From quirky outback pubs dripping with charisma, to wide open landscapes that’ll steal away your breath, the Golden Quest Discovery trail shows off the best of Australia’s outback. This four-day road trip takes you on an adventurous loop from Coolgardie to Laverton and back, past exquisite towns, along the glittering Golden Mile and through Australia’s greatest outback city, Kalgoorlie.
Kalgoorlie-Boulder (known to locals as ‘Kal’) might have a rich historical past, but this flamboyant town is no dusty relic. Located on the so-called Golden Mile – a glittering landscape responsible for the richest gold mine on the planet – the area’s wealth is evident in its outlandishly ornate buildings, which line the streets like playfully colourful bon bons. Throw in a great food culture, a burgeoning mural scene, incredible sunsets and some of the grandest, most fantastical pubs you’ll ever visit, and you’re starting to get the idea: Kalgoorlie is cosmopolitan, urbane and a lot of fun. While here, take a tour of Australia’s oldest brothel, Questa Casa (it’s been in business for 114 years), play 2UP at one of two legal weekly games in Australia, and of course, check out the Super Pit – the largest mine of its kind in the world. Fun fact: Kalgoorlie was originally proposed as the capital city of its own country, named Auralia.
You’re not seeing things: the walls of this famous pub really are covered in writing. Found roughly 30 minutes north of Kalgoorlie, Broad Arrow Tavern is a modern icon thanks to the scrawls on its walls, but the pub has a great history behind it. Established in 1896 to service a modest population of 300 people, the town was quickly flooded with fortune hunters when gold was discovered nearby. By 1901, some 15,000 new residents were living here, and “The Broadie”, as it’s now known, became a happening hotspot for thirsty arrivals. The writing on its walls started in the 1980s, and has grown into a scrawl that covers virtually the entire place: walls, ceilings and even the floor (look out for love notes, plenty of “I was here” and a few cheeky comments on the toilet stalls). Order one of their insanely good burgers and sit at the bar for a yarn with Judi the barmaid, or out back in the courtyard where play equipment keeps the little ones entertained. Don’t forget to add your own message before you leave.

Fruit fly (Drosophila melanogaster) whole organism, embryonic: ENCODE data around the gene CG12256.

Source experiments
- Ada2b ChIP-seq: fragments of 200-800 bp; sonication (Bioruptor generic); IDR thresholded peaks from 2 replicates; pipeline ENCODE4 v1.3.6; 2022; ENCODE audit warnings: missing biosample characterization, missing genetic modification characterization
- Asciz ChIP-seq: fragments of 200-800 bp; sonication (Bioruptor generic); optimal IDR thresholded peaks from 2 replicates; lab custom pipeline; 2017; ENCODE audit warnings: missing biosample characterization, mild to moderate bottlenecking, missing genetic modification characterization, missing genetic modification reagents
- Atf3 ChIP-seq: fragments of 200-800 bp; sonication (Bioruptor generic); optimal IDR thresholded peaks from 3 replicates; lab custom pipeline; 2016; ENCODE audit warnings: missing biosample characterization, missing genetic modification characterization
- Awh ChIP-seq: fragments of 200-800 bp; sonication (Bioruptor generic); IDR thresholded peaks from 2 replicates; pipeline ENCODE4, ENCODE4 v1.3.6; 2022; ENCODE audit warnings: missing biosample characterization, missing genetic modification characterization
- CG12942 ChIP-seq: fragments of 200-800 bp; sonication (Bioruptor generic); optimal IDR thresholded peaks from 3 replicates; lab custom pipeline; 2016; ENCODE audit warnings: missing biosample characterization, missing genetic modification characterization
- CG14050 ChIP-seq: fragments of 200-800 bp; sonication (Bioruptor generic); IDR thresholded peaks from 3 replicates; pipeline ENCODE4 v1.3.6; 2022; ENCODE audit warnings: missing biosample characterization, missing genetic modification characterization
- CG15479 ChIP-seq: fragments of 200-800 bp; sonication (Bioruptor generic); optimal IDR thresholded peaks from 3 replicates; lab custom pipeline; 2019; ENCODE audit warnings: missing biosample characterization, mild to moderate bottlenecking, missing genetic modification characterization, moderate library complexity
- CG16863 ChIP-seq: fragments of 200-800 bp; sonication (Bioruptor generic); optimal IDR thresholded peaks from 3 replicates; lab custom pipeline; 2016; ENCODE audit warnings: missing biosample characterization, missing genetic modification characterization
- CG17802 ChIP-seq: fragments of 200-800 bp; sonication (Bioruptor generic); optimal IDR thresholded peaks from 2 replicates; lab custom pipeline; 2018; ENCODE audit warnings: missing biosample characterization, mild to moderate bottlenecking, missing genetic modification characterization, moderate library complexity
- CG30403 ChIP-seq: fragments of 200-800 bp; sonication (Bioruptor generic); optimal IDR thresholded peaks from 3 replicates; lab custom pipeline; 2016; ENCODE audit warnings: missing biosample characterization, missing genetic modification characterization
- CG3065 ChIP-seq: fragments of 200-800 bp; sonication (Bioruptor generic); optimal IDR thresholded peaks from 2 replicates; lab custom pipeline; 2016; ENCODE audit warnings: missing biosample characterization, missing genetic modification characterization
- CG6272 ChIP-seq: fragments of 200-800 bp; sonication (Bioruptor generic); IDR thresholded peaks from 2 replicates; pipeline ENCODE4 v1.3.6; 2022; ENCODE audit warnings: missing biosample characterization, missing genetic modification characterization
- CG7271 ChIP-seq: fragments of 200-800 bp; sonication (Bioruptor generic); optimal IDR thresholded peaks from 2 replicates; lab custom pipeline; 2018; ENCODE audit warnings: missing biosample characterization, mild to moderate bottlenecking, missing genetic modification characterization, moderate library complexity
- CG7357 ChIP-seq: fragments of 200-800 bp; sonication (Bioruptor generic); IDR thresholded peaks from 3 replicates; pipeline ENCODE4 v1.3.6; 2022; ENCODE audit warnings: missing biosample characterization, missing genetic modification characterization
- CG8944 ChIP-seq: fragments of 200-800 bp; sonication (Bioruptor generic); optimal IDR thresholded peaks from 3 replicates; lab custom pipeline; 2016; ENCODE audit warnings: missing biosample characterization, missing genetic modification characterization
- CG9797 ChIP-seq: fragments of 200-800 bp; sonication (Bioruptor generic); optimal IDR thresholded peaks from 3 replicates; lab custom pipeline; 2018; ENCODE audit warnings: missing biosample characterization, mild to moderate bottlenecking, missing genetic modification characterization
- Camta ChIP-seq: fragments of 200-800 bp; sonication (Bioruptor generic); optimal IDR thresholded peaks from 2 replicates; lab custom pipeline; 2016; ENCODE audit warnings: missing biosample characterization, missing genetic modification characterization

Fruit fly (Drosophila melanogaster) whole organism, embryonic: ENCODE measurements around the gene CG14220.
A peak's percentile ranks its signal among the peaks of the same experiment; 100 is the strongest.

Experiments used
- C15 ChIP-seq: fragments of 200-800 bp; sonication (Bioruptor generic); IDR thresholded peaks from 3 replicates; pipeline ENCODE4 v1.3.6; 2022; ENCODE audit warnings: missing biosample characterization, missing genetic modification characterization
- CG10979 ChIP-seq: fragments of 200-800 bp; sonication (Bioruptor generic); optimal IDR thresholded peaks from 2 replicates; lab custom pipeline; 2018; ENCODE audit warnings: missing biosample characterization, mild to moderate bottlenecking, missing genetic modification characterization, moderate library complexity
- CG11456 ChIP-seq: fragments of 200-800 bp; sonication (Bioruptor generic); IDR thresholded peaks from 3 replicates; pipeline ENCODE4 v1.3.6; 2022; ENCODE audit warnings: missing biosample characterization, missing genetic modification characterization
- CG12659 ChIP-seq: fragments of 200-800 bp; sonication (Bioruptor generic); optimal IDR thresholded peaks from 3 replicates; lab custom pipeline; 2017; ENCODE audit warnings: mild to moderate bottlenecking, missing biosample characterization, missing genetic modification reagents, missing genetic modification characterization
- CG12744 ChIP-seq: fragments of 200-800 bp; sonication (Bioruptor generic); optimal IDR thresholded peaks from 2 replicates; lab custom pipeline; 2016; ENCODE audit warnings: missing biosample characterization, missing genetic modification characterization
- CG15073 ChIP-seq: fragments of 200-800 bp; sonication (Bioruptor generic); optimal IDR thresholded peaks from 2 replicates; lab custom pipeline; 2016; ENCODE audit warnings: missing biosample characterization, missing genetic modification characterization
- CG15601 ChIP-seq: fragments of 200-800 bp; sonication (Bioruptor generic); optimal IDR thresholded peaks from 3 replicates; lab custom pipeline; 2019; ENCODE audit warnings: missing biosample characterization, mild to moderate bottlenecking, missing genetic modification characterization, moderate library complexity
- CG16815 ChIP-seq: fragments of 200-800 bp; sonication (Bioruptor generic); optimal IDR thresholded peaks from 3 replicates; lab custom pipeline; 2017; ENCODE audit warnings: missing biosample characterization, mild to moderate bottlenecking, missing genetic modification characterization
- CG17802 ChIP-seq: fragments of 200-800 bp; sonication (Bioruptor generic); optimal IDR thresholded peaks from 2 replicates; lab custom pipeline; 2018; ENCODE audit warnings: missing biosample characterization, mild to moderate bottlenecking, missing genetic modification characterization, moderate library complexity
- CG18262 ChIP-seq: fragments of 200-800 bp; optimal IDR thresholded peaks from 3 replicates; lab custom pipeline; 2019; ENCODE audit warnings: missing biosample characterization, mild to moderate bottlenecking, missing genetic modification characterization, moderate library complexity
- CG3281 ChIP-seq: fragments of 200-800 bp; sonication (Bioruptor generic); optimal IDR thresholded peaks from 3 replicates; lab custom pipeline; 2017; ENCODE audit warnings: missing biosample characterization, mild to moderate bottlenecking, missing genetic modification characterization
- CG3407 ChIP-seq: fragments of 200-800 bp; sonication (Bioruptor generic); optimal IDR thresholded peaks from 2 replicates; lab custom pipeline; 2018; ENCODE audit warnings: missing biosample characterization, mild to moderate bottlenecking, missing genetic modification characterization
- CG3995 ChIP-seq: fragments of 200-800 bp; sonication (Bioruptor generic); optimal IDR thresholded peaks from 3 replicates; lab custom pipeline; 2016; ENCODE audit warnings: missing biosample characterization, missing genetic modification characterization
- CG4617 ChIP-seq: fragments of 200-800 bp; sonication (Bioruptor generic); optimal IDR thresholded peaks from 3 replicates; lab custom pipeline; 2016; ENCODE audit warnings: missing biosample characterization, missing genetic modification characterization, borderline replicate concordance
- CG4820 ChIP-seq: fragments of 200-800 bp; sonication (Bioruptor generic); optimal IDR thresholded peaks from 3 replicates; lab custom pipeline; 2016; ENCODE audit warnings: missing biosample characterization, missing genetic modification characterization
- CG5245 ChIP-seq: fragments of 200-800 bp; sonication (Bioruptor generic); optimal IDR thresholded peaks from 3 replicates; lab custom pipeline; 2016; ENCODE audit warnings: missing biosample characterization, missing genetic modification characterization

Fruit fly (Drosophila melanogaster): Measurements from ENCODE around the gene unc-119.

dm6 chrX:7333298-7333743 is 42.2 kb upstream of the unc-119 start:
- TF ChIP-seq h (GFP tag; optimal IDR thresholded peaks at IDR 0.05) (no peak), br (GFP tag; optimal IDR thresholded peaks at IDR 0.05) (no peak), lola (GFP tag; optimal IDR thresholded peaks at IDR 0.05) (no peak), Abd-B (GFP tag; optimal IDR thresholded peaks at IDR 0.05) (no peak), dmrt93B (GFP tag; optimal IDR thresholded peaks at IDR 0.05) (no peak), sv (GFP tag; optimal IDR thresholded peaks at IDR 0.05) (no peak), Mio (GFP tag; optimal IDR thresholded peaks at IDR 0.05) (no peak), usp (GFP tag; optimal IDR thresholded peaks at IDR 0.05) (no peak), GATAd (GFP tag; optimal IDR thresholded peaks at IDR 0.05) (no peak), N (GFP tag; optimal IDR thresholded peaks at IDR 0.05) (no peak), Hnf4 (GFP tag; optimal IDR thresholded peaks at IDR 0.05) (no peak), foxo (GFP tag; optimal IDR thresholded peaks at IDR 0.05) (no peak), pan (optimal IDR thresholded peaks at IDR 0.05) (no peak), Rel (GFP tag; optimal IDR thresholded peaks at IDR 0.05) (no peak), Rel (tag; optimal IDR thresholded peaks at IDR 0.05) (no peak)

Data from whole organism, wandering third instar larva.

Another hour up the road from the Broad Arrow you’ll find Menzies: the perfect spot to base yourself for afternoon explorations at Lake Ballard. This cutie-pie one-street town is home the Achievable Outback Café, cheekily named by the owner to demonstrate the accessibility of this countryside, and unmissable from the street with its flurry of colourful flags and pretty flower pots. Inside you’ll find a mishmash of cutesy country clichés: corrugated iron, wooden floors, freshly baked pastries and pastel bunting. Order a brilliant coffee – this is the best cup going for miles – and spend some time examining the newspaper clippings on the wall; most of them detail the area’s history in gold, fortune and hardship. Be sure to stop at the old Menzies roadhouse opposite; the roadhouse itself is permanently closed, but the old school browsers are still operational (via credit card), and accompanied by a wall of number plates that stretches a solid 30 meters. Expect plates from Arizona, Minnesota, France, Montana, Great Britain, Quebec, Texas, New York, Alabama, Germany, South Carolina, Alabama...
The vast salt flats of Lake Ballard make for a striking sight – and that’s without the unexpected sight of finding small, human-like figures here. The masterstroke of Sir Anthony Gormley, Lake Ballard’s sculpture trail is formed by a series of 51 lifelike sculptures, cast from the figures of locals and set at lonely intervals in the vast, flat wilderness. It’ll take you a good two or three hours to explore this silent wonder, so plan accordingly (it’s roughly a 45 minute drive, via an unsealed road, from Menzies). Ascend the lake’s ‘island’ via a quick five-minute hike for surreal views of the figures as they appear to float, frozen in time, above the landscape. Afterwards, return to Menzies to stay at a classic Aussie pub, Menzies Hotel, where the beers are housed in an ice-filled esky and served by barmaid Lily, until “whatever time she feels like closing”. (Counter meals are served until 7:45pm.)